Saturday, June 15, 2013

NaBloPoMo: Thoughts on Impermanent Art

My daughter got her first body painting today, and I suspect that it won't be her last.  My son was slow to agree to the face-painting rage, but even he agreed last summer, and has been transformed a few times since then.

The artist who painted N's arm today is just that: an artist.  She's not just someone who paints faces in the same way that everyone else paints faces.  People become her living canvases.  Not all sparkly butterflies are the same.   (This piece, for example, is just astounding.)

Watching her, I found myself thinking about how selfless her work was.  How painting people with impermanent paint, children especially (who are bound to wipe it off or sweat it off or do who knows what to the paint before it all comes off in one soapy rinse), is art that doesn't last.  My friend C, who happened to be there with us, and who does elaborate cake decoration for fun, said that she'd discussed this with the artist, and they both like this impermanent approach to filling the world with beauty that becomes, in some way, consumed, and then vanishes.

Given our penchant for putting artwork in museums or behind glass in private collections or in any other number of protected spaces, or even putting things on the internet (where they never really go away, even if we delete them), this is so interesting to me.  So much beautiful cake, gone in a matter of minutes, destroyed the moment we slice into it.  So many breathtaking faces (and other body parts), returned to their natural state at the next shower.

Have you ever had your face (or any other body part) painted with temporary body paint?  (I'm not counting tattoos here).  Have you ever eaten a really beautiful cake or an artistically presented meal?  How do you feel about impermanent art?
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  1. I love impermanent art. I think it helps focus our attention on the present, on the power and beauty of the moment, and how important it is to live in that moment.

    I like the idea of body painting for similar reasons to why I like fashion: it transforms, playfully, without being permanent. I think it's healthy to experiment with change, and with an different image, without necessarily committing to that image or transformation for all time.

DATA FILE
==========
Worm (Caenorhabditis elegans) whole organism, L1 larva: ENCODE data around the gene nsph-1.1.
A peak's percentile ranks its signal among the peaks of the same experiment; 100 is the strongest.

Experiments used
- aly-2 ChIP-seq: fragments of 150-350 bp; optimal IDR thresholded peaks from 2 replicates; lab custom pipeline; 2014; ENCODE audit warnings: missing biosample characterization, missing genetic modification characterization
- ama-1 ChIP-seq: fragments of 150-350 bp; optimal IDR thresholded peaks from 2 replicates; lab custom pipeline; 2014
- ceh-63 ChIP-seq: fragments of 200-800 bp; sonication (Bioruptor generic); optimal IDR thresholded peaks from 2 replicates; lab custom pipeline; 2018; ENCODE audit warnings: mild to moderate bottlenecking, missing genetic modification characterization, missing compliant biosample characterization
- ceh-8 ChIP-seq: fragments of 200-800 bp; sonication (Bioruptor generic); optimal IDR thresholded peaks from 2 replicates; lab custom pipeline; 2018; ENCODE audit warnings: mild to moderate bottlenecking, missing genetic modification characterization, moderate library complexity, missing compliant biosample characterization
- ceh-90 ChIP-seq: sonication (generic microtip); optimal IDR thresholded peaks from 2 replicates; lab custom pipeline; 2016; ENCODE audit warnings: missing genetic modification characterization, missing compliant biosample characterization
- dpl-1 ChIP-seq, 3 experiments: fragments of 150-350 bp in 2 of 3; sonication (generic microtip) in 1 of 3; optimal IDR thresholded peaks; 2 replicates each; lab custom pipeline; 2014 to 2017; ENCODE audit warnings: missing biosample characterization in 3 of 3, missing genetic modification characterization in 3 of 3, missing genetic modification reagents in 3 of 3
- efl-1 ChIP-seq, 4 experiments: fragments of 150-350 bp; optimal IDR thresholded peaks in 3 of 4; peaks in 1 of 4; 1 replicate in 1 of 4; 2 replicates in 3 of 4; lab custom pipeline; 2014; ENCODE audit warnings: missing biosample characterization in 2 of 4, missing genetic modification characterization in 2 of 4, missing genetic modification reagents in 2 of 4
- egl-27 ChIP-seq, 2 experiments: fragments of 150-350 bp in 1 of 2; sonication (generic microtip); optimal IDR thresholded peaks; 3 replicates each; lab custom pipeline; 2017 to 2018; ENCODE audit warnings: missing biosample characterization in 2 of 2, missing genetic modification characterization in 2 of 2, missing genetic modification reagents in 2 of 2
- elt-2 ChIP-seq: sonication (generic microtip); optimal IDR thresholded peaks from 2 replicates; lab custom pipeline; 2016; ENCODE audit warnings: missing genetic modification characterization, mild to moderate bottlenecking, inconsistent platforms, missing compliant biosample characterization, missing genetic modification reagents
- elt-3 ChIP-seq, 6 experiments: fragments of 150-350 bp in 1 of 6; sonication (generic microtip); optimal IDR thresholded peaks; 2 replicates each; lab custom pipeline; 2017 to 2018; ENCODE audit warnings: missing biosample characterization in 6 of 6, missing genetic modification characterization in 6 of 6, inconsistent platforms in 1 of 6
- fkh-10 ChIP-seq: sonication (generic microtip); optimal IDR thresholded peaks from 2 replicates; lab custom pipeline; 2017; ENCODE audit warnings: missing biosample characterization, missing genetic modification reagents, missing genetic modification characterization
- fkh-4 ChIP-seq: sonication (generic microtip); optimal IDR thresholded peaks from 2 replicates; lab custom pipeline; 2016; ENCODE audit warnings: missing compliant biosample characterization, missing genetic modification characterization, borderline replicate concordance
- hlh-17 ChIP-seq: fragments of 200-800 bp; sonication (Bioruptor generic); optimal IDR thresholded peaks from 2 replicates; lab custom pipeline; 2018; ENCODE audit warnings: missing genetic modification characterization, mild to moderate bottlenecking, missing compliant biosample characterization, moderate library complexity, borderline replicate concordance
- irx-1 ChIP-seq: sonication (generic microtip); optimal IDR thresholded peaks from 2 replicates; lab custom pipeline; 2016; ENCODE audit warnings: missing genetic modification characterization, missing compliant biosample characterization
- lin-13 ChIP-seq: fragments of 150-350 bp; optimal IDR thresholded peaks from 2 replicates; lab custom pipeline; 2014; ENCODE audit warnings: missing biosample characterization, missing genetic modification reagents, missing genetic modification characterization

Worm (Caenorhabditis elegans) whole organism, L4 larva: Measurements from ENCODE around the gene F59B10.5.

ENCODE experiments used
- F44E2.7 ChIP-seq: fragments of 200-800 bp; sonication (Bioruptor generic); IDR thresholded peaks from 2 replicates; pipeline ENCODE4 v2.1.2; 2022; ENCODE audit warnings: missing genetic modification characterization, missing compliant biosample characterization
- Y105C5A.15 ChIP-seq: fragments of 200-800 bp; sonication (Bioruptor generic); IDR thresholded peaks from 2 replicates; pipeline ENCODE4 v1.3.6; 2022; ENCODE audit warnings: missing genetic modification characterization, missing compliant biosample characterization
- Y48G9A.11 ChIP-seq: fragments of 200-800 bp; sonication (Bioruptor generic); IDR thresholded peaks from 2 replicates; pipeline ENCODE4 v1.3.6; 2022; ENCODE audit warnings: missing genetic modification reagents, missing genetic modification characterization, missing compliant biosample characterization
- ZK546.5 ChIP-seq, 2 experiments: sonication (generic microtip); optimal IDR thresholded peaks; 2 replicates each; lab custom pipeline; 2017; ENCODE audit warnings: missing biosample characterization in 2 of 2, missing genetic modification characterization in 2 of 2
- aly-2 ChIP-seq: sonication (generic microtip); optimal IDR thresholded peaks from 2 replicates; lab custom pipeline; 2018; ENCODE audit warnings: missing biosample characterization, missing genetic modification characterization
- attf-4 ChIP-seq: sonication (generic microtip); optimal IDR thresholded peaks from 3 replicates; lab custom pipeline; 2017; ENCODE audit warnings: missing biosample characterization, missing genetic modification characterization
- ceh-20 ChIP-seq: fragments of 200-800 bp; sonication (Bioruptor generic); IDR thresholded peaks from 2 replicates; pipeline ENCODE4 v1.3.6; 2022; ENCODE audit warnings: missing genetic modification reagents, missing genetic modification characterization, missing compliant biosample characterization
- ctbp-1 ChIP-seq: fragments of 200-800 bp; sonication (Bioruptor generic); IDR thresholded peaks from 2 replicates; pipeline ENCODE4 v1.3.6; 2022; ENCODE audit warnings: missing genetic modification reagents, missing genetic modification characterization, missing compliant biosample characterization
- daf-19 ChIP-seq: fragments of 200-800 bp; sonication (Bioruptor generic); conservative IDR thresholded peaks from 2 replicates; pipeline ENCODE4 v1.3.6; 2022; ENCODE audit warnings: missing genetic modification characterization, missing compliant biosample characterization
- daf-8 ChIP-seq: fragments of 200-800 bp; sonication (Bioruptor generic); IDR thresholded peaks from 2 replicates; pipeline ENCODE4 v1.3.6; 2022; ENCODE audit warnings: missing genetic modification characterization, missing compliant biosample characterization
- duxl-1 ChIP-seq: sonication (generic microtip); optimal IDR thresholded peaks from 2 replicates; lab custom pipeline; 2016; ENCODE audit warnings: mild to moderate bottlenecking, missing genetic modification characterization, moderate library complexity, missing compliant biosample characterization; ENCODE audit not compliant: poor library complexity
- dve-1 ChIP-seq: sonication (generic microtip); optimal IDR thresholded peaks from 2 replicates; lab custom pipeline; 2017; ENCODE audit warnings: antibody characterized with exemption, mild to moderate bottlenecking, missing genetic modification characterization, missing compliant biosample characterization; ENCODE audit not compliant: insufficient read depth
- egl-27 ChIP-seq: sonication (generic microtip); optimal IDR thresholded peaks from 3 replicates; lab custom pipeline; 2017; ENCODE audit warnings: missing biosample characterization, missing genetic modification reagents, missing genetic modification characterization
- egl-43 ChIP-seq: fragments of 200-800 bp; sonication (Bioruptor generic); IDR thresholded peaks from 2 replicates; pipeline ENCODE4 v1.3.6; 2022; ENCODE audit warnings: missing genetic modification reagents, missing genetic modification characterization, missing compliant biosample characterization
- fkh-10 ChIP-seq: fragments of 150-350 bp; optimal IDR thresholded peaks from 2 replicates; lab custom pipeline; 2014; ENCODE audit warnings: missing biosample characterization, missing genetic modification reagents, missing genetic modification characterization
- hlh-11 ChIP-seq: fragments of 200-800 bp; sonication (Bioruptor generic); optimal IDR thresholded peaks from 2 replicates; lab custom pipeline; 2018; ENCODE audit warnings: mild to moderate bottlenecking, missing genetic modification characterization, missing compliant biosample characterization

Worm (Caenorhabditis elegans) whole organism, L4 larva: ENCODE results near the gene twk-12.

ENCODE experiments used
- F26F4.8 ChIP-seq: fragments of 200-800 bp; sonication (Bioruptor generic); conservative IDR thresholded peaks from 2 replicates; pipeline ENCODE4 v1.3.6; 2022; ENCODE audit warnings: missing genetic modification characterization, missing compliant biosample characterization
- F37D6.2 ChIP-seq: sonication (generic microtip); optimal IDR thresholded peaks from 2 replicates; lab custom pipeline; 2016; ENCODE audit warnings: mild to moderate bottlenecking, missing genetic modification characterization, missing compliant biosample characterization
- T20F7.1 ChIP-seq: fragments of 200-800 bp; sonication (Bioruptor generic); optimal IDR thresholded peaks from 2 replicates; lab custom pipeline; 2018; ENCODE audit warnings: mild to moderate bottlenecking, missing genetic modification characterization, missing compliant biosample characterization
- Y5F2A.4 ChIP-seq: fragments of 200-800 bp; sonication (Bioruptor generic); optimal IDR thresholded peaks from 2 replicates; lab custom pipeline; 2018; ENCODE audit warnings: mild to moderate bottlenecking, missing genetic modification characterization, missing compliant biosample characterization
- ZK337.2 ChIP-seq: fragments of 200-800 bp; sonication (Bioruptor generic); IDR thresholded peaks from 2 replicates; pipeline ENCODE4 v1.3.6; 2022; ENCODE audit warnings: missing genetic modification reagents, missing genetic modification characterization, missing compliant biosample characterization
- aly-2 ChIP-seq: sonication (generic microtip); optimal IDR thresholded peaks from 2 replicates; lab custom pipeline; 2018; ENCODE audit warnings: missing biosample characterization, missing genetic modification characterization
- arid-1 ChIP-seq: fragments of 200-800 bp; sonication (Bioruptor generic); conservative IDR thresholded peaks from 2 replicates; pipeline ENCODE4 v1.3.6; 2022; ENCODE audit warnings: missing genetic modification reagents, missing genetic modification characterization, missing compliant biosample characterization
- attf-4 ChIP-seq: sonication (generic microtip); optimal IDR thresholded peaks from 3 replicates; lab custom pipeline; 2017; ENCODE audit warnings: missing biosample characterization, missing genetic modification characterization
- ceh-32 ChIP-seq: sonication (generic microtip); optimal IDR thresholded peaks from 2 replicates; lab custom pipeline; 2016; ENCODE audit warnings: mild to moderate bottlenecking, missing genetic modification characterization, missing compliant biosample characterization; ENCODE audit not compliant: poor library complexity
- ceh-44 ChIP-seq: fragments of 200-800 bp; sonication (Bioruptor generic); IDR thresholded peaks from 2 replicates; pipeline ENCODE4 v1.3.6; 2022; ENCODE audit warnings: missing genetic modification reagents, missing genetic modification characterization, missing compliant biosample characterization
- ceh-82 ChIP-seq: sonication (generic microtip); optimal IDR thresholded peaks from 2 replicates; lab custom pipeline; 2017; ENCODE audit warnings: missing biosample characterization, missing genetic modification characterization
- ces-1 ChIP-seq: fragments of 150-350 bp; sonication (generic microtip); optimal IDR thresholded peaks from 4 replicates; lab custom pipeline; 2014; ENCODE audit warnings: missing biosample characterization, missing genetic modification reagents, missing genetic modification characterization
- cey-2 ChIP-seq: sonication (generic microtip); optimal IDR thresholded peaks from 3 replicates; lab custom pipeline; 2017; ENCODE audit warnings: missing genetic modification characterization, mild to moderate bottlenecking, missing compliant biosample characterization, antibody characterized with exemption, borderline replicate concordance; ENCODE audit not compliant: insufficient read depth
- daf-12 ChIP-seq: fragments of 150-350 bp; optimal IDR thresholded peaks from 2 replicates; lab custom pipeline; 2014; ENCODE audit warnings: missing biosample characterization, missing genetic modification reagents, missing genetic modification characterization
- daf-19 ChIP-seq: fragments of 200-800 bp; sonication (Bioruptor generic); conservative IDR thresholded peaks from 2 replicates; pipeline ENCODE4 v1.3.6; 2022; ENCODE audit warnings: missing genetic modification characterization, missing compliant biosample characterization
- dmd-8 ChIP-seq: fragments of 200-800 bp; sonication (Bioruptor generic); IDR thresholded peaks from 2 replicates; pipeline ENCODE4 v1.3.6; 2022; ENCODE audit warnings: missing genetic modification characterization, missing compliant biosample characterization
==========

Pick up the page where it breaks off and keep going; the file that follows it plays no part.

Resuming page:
My most memorable examples of impermanent art:

    1) our wedding cake, designed and baked by my mother and mother in law. We were married on a paddle-wheeler, and they re-created the boat as a cake.

    2) the experience, at age 15, of making a mask, wearing it, and discovering a completely different character through it, one that only lived behind the mask

    3) All my favourite live music experiences

    4) sitting on the beach at age 22 or so, after graduating with my first degree, and tracing patterns in the sand for hours.

  2. What a beautiful butterfly.

    Body art is such a challenge for some children, when they're faced with letting go sooner than they want to. I'm always surprised that my kids don't mind washing it off; but then, maybe they're happy to see that their real selves are still there underneath.

    Sand sculptures. I saw some amazing ones in State College at the annual festival of arts, and it always amazed me that someone would put so many hours of work into something that was so transient.

  3. I've never thought about it that way, to be honest. I really do love impermanent art in the ways you describe. To some degree flowers/floral arrangements and even gardens can fit here, obviously food of any kind, elaborate wrapping of gifts, hair styles/fashion...
    The idea of beauty simply for beauty's sake is magical, and like torthuil said, the fact that it won't last forever makes you stop and pay attention, more so than a painting you know will be in the museum any time you visit.

  4. As a crafter I loved your post. My hubby is a part time actor and LOVES doing face/theatrical makeup that is truly and art. I have my face done for holidays or parties with kids too.


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